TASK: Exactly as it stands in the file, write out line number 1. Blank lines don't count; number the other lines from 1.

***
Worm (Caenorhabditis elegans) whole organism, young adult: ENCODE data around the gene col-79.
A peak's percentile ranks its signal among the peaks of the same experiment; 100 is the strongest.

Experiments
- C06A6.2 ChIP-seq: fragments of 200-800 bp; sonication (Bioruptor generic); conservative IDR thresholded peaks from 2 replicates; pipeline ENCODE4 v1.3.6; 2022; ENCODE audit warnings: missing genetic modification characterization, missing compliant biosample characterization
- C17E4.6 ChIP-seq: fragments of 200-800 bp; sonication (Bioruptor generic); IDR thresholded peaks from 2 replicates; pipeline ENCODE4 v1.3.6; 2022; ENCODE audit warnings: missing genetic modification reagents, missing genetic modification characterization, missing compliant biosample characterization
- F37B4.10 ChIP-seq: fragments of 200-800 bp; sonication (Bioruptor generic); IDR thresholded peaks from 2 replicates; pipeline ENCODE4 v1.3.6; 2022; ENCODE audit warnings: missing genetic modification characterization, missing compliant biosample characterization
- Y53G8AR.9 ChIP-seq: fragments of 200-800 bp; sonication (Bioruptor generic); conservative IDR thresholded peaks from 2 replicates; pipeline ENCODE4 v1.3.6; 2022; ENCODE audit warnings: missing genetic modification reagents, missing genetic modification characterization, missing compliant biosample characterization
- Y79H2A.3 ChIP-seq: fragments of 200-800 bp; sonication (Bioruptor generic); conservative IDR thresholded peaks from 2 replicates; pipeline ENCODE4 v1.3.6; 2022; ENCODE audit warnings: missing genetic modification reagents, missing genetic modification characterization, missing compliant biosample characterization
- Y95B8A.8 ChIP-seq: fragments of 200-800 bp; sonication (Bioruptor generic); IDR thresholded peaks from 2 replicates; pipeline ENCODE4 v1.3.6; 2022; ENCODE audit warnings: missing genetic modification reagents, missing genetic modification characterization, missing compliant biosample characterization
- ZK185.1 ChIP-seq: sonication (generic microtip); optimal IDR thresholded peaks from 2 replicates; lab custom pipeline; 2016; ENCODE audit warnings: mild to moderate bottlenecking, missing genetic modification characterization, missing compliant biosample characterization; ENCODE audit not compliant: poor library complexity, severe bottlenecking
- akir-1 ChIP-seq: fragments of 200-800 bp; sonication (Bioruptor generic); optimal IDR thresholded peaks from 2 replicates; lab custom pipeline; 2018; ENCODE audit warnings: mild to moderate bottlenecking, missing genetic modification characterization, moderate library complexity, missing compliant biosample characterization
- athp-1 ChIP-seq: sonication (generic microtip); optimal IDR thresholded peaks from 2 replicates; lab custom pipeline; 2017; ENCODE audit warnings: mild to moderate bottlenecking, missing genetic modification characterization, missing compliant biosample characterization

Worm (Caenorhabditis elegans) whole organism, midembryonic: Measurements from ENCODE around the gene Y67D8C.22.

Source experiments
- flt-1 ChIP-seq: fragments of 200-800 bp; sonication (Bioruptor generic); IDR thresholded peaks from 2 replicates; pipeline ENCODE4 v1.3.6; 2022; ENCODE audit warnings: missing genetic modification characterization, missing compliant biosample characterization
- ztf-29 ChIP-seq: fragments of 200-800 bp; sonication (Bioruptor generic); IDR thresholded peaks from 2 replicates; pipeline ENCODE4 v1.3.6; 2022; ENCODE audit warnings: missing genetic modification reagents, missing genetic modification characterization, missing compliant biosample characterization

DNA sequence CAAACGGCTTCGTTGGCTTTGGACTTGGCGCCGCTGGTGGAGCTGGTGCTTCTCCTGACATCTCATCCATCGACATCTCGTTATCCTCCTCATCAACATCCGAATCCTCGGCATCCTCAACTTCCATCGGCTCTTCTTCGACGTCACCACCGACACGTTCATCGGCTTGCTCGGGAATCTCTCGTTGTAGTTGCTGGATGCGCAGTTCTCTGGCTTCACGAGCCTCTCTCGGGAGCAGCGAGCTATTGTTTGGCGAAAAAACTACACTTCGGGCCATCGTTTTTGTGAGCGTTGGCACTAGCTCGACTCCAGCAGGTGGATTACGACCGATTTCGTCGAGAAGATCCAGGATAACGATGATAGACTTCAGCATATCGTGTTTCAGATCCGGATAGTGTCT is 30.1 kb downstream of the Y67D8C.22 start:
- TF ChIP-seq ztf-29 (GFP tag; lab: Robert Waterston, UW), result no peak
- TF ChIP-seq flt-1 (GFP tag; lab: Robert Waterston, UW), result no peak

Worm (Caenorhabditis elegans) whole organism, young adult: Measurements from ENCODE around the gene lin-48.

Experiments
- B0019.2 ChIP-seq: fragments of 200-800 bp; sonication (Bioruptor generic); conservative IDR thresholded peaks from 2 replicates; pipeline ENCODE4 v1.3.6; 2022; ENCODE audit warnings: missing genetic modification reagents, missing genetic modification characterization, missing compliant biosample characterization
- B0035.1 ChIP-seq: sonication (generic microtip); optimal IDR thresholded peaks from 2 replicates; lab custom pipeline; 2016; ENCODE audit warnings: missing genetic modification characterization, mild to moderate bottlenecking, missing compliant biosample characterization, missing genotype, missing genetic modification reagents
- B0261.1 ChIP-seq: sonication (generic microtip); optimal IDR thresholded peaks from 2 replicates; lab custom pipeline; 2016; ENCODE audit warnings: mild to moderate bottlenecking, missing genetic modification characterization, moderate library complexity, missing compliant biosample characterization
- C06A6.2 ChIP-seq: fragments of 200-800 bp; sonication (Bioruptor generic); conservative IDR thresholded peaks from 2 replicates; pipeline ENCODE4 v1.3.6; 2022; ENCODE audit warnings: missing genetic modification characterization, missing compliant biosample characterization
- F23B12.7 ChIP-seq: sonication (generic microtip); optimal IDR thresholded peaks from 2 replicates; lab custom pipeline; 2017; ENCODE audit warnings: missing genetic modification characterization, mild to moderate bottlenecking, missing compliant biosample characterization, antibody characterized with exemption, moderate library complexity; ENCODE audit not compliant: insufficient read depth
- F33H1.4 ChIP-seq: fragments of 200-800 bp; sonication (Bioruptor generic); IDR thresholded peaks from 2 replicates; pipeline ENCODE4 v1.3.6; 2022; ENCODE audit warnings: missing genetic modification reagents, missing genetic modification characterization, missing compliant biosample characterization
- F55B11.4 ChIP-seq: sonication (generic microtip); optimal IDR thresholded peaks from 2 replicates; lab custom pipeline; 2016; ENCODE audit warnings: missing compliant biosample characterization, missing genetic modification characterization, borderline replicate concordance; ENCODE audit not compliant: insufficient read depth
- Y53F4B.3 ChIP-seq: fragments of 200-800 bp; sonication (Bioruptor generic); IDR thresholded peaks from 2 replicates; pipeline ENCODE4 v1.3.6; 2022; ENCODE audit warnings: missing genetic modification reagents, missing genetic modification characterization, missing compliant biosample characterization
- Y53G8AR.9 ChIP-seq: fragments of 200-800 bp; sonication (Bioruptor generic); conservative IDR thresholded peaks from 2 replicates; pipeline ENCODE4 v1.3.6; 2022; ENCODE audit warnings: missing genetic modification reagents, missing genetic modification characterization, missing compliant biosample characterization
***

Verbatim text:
Worm (Caenorhabditis elegans) whole organism, young adult: ENCODE data around the gene col-79.